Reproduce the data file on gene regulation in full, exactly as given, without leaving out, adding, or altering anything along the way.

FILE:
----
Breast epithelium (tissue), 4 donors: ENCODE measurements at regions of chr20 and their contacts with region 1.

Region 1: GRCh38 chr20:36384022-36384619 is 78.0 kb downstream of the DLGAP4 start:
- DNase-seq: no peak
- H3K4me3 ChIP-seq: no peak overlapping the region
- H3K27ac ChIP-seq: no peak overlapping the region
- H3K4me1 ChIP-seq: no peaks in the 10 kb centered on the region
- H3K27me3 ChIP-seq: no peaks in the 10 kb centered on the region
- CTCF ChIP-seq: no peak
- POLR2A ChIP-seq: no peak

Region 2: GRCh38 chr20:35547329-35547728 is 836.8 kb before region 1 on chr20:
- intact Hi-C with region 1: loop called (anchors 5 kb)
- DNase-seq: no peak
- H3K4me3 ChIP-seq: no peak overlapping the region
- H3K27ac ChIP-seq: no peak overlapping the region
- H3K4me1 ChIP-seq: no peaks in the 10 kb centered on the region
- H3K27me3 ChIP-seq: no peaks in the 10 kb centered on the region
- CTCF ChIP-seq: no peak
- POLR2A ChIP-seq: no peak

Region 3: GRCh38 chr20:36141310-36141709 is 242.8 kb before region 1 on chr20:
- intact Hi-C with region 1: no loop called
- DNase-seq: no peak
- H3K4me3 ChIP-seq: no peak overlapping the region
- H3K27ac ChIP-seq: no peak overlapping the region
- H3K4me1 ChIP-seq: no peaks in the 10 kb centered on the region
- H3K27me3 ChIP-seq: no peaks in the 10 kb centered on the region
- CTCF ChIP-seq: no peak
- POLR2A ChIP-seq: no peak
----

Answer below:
Breast epithelium (tissue), 4 donors: ENCODE measurements at regions of chr20 and their contacts with region 1.

Region 1: GRCh38 chr20:36384022-36384619 is 78.0 kb downstream of the DLGAP4 start:
- DNase-seq: no peak
- H3K4me3 ChIP-seq: no peak overlapping the region
- H3K27ac ChIP-seq: no peak overlapping the region
- H3K4me1 ChIP-seq: no peaks in the 10 kb centered on the region
- H3K27me3 ChIP-seq: no peaks in the 10 kb centered on the region
- CTCF ChIP-seq: no peak
- POLR2A ChIP-seq: no peak

Region 2: GRCh38 chr20:35547329-35547728 is 836.8 kb before region 1 on chr20:
- intact Hi-C with region 1: loop called (anchors 5 kb)
- DNase-seq: no peak
- H3K4me3 ChIP-seq: no peak overlapping the region
- H3K27ac ChIP-seq: no peak overlapping the region
- H3K4me1 ChIP-seq: no peaks in the 10 kb centered on the region
- H3K27me3 ChIP-seq: no peaks in the 10 kb centered on the region
- CTCF ChIP-seq: no peak
- POLR2A ChIP-seq: no peak

Region 3: GRCh38 chr20:36141310-36141709 is 242.8 kb before region 1 on chr20:
- intact Hi-C with region 1: no loop called
- DNase-seq: no peak
- H3K4me3 ChIP-seq: no peak overlapping the region
- H3K27ac ChIP-seq: no peak overlapping the region
- H3K4me1 ChIP-seq: no peaks in the 10 kb centered on the region
- H3K27me3 ChIP-seq: no peaks in the 10 kb centered on the region
- CTCF ChIP-seq: no peak
- POLR2A ChIP-seq: no peak